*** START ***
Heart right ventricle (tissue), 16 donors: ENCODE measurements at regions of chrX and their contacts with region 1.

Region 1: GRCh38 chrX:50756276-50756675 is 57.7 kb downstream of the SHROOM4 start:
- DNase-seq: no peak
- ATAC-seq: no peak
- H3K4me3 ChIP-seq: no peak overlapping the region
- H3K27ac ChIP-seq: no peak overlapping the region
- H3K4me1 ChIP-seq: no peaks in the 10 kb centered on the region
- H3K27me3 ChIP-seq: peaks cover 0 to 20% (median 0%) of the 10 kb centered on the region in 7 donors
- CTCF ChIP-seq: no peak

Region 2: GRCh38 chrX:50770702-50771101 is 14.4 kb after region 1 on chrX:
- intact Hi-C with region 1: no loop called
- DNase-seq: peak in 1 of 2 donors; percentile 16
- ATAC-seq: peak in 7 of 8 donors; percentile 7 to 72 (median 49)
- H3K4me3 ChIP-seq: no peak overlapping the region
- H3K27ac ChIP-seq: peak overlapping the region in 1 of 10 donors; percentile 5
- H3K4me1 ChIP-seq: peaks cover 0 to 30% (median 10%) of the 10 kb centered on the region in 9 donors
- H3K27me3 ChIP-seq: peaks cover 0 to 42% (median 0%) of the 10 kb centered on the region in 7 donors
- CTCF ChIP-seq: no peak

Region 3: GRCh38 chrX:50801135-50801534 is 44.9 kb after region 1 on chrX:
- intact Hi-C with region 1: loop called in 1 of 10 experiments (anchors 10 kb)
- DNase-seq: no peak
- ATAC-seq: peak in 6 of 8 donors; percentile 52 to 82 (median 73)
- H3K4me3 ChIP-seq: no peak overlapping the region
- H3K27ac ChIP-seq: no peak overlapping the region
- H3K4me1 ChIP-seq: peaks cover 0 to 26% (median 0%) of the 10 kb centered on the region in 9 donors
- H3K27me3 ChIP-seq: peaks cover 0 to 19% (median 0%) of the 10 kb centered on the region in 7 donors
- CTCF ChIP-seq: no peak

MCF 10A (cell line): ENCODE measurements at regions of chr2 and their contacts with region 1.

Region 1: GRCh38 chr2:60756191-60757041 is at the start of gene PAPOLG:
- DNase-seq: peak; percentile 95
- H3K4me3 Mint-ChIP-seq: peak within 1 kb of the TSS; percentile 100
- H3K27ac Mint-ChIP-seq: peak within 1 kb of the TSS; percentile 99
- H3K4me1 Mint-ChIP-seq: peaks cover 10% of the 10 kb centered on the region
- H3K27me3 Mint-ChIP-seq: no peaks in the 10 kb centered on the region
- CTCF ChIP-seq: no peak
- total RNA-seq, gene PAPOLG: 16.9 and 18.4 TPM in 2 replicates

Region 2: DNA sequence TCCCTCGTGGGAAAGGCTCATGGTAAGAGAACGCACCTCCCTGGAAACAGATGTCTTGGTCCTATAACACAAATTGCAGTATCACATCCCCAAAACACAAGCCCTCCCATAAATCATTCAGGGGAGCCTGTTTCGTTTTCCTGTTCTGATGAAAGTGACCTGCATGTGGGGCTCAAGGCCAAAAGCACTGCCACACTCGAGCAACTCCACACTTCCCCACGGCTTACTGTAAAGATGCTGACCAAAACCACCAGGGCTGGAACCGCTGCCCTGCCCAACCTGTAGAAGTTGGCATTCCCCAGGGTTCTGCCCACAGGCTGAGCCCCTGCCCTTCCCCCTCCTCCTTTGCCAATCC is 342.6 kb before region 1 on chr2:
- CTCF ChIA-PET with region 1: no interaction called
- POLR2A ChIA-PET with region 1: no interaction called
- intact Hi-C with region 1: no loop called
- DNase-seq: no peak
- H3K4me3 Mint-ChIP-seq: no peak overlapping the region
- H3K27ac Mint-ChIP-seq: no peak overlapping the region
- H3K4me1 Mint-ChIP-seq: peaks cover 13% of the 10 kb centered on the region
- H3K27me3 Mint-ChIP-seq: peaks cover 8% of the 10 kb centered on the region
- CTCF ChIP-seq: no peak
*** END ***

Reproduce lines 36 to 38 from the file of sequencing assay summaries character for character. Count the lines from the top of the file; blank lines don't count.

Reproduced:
- total RNA-seq, gene PAPOLG: 16.9 and 18.4 TPM in 2 replicates

Region 2: DNA sequence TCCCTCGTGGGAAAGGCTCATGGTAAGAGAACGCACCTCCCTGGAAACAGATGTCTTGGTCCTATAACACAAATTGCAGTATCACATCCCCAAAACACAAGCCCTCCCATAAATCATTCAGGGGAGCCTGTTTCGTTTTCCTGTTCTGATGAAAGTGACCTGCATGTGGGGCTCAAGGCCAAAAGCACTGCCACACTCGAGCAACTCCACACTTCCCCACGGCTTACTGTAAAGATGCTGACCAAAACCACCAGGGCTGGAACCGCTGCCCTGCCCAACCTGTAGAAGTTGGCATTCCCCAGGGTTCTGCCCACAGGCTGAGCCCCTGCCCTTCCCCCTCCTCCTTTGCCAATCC is 342.6 kb before region 1 on chr2:
- CTCF ChIA-PET with region 1: no interaction called